By: Brianna Valleskey
Marketing is much older than we think.
Some experts maintain that the discipline of marketing emerged after the standardization of quality products halfway through the 20th century forced companies to find other ways to distinguish themselves from competitors (see: brand management). Others note that market research was first identified as a business activity in the early 1900s. Some even assert that marketing has been around since Gutenberg’s moveable type enabled the earliest print advertisements.
These claims, however, depend highly on one’s definition of marketing. The American Marketing Association describes it as “the activity, set of institutions, and processes for creating, communicating, delivering, and exchanging offerings that have value for customers, clients, partners, and society at large.” Quite a mouthful. Investopedia provides a more clean-cut explanation, where marketing is “everything a company does to acquire customers and maintain a relationship with them.” But my favorite comes from researchers and textbook authors Philip Kotler and Gary Armstrong: “Marketing is the social process by which individuals and organizations obtain what they need and want through creating and exchanging value with others.
In this sense, marketing began millions of years ago. Hundreds of millions. With plants.
The Ancient Origins of Marketing
As Hope Jahren explains in her book “Lab Girl,” the primary purpose of sex on planet earth exists is to mix the genes of two separate beings and produce a new individual with a gene code identical to neither parent.
“Within this new mix of genes are unprecedented possibilities, old weaknesses eliminated, and new weaknesses that might even turn out to be strengths. This is the mechanism by which the wheels of evolution turn,” Jahren writes (poetically, I might add, which is a difficult feat in the realm of science writing).
She goes on to describe that sex requires touch, where the living tissues of two separate individuals must come into contact and then attach. This is a problem for plants.
Since they cannot move, many plants can (and still do) scatter their pollen on the wind in hopes that any amount will land on a female flower -- an incredibly inefficient process. So nature came up with a solution about 135 million years ago, biologist Dave Goulson describes in his book, “A Sting in the Tale: My Adventures with Bumblebees.”
“Pollen is very nutritious. Some winged insects now began to feed upon it and before long some became specialists in eating pollen. Flying from plant to plant in search of their food, these insects accidentally carried pollen grains upon their bodies, trapped amongst hairs or in the joints between their segments. When the occasional pollen grain fell off the insect on to the female parts of a flower, that flower was pollinated, and so insects became the first pollinators, sex facilitators, for plants,” Goulson writes. “A mutualistic relationship had begun which was to change the appearance of the earth. Although much of the pollen was consumed by the insects, this was still a vast improvement for the plants compared to scattering their pollen to the wind.”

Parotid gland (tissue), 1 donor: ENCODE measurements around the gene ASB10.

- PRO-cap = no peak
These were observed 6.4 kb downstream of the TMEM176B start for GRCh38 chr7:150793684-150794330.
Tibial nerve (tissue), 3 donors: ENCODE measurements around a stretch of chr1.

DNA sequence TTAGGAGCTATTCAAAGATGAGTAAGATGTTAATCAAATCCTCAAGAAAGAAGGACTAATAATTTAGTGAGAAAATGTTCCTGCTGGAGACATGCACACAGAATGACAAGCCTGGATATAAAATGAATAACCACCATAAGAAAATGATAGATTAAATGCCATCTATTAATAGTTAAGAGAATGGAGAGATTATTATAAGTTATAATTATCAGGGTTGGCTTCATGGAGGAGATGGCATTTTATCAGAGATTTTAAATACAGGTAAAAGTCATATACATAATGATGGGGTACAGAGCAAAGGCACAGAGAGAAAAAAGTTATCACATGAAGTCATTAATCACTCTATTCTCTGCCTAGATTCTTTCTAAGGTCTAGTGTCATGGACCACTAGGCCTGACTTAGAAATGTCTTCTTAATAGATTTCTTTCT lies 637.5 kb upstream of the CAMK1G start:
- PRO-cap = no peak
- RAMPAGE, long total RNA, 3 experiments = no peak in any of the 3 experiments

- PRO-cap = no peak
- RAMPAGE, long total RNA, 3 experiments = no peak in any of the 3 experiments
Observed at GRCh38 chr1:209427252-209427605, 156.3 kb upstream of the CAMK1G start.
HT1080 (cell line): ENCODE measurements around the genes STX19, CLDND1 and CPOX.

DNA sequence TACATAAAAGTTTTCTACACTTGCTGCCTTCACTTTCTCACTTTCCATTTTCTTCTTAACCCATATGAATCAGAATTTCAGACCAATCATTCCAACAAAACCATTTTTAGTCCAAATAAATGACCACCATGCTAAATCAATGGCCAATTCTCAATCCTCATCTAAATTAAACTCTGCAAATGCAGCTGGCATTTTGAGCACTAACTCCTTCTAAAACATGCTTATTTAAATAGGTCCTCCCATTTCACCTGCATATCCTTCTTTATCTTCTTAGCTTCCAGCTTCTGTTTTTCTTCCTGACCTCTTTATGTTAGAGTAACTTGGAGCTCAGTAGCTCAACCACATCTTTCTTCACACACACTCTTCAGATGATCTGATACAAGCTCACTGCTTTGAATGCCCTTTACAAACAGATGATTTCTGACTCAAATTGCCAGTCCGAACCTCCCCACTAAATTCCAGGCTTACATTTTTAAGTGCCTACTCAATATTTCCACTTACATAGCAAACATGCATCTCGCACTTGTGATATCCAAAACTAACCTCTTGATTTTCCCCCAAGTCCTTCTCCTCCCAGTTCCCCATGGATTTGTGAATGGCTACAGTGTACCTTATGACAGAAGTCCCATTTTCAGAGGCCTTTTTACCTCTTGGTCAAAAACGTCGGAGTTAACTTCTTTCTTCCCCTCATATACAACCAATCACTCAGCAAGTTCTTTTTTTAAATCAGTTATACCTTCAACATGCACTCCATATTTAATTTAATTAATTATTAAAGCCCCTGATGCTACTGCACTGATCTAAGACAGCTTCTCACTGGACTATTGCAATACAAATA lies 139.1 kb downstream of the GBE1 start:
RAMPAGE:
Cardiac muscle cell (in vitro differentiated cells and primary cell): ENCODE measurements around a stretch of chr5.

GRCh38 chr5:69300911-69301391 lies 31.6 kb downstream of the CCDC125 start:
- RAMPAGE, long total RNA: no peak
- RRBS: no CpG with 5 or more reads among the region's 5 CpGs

A mutualistic relationship? That sounds like individuals and organizations obtaining what they need and want through creating and exchanging value with others.
Evolution & Adaptation
Goulson offers even more: “Insects had to seek out the unimpressive brown or green flowers amongst the surrounding foliage. It was now to the advantage of plants to advertise the location of their flowers, so that they could be more quickly found and to attract insects away from their competitors. So began the longest marketing campaign in history, with the early water lilies and magnolias the first plants to evolve petals, conspicuously white against the forests of green.”
Plants began marketing themselves millions of years before our first ancestors walked the planet. Our verdant, immobile fellow beings were the earth’s first marketers! It’s no wonder that studies show interacting with nature can increase creativity. And I’m sure there’s much more we could learn from nature.
So the next time you need a little creative inspiration, talk a walk through a nearby park or conservatory. The fresh air, quick exercise and presence of the world’s most experienced marketers will surely spark something inside your mind. I also highly recommend you check out this excerpt of Goulson’s book that was published in Scientific American. Save the bees.
Here are links to some of my favorite books on science and nature:
Fearless Thoughts are my insights on marketing, entrepreneurship, growth, mindfulness, creativity and whatever else comes to mind on any given day. Writing is how I make sense of the world.